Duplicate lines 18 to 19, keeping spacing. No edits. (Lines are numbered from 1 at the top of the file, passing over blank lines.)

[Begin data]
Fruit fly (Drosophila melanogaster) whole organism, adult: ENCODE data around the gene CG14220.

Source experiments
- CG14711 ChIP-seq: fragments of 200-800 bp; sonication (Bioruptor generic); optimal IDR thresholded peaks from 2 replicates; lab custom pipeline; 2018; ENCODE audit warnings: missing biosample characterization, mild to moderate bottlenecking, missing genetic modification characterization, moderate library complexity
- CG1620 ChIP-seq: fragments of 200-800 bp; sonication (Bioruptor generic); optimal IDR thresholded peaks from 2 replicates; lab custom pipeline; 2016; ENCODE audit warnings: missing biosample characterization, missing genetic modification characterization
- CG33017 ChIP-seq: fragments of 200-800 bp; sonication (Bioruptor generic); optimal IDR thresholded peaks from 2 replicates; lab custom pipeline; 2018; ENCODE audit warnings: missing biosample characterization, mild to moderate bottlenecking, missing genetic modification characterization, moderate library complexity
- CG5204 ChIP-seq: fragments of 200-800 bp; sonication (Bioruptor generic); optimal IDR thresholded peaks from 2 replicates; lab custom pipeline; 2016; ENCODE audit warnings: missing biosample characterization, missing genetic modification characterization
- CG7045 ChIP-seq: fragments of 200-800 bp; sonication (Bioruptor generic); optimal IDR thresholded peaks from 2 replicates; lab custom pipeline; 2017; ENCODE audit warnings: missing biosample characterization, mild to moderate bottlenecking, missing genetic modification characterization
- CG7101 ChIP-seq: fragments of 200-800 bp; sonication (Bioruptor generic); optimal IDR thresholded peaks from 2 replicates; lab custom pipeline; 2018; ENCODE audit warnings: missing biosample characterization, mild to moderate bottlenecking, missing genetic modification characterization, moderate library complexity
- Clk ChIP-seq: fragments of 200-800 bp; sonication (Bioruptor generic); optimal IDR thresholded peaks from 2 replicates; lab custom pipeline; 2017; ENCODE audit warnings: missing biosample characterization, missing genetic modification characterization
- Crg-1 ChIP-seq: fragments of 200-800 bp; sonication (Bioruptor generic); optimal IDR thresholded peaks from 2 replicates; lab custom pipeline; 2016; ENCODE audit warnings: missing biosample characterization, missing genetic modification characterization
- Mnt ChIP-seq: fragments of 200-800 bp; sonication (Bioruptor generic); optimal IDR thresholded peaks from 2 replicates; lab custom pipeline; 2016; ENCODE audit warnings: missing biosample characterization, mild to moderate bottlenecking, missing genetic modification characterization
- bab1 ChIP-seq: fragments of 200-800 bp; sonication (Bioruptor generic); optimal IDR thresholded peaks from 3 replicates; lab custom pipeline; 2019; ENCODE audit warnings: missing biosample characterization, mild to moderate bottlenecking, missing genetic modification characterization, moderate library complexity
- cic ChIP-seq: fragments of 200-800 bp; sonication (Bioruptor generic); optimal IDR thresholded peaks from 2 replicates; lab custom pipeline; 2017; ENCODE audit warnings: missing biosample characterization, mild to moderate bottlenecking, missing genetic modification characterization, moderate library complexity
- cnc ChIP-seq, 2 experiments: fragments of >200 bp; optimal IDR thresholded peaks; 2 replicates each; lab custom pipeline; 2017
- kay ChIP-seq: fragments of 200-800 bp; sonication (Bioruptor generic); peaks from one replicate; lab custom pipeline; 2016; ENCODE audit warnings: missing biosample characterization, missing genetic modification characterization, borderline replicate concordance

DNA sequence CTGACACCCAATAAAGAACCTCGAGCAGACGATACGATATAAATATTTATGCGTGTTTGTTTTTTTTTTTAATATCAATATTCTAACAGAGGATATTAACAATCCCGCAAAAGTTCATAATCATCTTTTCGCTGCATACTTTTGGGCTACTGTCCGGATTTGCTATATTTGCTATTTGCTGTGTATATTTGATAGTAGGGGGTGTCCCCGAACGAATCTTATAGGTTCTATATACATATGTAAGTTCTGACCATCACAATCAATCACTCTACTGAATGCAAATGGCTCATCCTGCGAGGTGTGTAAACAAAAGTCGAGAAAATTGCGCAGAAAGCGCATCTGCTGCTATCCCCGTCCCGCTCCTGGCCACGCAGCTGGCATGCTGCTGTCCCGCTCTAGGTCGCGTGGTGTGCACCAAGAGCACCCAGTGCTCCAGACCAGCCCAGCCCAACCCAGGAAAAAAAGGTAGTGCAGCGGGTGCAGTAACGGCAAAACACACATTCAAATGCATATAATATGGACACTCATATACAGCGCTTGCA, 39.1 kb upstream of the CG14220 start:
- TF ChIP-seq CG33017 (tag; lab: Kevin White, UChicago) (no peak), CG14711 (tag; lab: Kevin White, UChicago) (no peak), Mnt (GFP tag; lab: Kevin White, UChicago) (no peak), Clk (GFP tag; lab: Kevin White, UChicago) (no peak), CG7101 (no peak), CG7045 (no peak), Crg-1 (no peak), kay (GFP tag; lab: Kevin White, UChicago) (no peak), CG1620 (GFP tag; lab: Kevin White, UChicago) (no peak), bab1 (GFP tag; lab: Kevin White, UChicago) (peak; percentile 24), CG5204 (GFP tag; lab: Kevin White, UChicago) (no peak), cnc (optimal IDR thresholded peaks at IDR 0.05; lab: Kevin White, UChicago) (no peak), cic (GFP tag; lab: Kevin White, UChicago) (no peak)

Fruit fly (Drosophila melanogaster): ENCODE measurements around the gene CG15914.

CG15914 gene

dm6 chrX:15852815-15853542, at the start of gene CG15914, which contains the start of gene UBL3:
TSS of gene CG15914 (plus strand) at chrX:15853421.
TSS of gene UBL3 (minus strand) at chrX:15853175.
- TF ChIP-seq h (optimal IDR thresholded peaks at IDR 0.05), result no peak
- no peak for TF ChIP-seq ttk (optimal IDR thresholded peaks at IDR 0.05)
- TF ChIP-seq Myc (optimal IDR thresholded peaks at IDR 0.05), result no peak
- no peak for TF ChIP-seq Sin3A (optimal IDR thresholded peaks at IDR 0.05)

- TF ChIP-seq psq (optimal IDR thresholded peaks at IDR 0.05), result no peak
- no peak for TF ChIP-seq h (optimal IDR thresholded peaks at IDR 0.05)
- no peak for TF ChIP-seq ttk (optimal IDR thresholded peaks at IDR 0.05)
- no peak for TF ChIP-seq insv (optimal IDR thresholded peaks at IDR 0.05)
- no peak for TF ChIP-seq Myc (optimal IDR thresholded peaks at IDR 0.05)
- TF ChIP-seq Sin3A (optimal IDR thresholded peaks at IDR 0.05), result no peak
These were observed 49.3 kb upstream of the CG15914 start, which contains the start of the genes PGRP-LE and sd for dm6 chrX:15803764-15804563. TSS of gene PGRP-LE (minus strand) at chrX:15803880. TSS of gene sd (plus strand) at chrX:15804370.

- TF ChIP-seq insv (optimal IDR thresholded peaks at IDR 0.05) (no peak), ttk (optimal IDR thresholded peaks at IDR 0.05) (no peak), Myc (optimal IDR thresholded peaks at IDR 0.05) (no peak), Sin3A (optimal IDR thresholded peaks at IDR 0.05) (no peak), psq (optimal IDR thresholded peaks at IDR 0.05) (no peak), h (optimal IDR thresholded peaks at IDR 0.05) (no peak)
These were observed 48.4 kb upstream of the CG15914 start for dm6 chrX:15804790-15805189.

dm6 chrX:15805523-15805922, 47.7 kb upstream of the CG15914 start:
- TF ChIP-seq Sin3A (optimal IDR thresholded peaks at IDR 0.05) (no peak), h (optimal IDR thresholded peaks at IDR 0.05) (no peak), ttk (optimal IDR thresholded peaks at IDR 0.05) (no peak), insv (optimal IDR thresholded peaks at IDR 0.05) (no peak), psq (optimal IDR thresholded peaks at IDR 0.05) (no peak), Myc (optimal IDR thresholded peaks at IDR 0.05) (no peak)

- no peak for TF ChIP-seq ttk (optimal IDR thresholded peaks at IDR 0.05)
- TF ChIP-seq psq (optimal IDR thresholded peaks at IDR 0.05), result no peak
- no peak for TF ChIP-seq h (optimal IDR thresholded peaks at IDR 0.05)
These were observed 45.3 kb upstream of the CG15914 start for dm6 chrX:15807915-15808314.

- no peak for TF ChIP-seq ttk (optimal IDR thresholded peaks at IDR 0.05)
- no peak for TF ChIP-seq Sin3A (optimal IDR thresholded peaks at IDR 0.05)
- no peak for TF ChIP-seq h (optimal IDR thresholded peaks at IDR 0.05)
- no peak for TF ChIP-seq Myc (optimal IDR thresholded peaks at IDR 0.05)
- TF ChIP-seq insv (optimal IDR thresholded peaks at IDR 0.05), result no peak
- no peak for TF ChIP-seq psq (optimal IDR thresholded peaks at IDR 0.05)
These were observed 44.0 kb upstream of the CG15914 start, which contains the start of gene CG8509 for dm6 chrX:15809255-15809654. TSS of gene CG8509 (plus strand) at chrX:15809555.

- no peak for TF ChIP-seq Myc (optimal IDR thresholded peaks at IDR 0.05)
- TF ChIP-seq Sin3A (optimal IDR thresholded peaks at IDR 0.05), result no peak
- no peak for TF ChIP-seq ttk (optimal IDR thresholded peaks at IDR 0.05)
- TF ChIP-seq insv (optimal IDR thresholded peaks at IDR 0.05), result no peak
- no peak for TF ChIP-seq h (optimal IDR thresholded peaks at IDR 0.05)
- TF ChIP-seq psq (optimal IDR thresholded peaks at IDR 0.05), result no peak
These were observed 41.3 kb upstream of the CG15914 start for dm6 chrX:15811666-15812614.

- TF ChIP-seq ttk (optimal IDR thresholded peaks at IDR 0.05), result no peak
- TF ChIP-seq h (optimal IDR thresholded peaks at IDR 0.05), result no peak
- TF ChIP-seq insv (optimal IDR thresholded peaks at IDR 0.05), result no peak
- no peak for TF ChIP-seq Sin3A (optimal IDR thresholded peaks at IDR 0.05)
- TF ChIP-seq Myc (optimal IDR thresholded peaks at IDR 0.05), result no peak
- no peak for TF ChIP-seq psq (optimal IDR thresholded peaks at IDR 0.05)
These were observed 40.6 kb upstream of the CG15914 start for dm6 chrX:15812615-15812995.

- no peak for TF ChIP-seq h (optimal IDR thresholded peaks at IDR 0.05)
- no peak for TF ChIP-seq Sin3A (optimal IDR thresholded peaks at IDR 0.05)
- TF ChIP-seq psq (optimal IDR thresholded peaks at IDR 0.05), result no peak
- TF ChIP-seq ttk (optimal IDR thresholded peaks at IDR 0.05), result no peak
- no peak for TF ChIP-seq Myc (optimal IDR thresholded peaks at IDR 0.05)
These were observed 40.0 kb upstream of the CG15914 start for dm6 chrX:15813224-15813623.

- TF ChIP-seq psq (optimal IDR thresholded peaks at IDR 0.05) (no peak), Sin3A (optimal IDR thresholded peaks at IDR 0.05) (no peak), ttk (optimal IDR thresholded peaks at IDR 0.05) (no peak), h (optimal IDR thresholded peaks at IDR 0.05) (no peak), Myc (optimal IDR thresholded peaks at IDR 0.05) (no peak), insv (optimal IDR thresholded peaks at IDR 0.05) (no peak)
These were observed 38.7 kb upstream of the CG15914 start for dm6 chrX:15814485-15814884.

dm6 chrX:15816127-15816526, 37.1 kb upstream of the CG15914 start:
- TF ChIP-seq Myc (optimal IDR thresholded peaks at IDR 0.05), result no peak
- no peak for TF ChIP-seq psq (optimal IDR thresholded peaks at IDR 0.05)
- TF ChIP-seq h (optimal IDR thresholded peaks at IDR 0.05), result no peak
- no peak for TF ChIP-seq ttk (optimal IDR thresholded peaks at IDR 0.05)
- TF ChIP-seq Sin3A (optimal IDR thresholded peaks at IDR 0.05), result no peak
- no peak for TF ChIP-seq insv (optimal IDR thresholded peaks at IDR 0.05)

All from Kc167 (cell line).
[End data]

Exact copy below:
Fruit fly (Drosophila melanogaster): ENCODE measurements around the gene CG15914.

CG15914 gene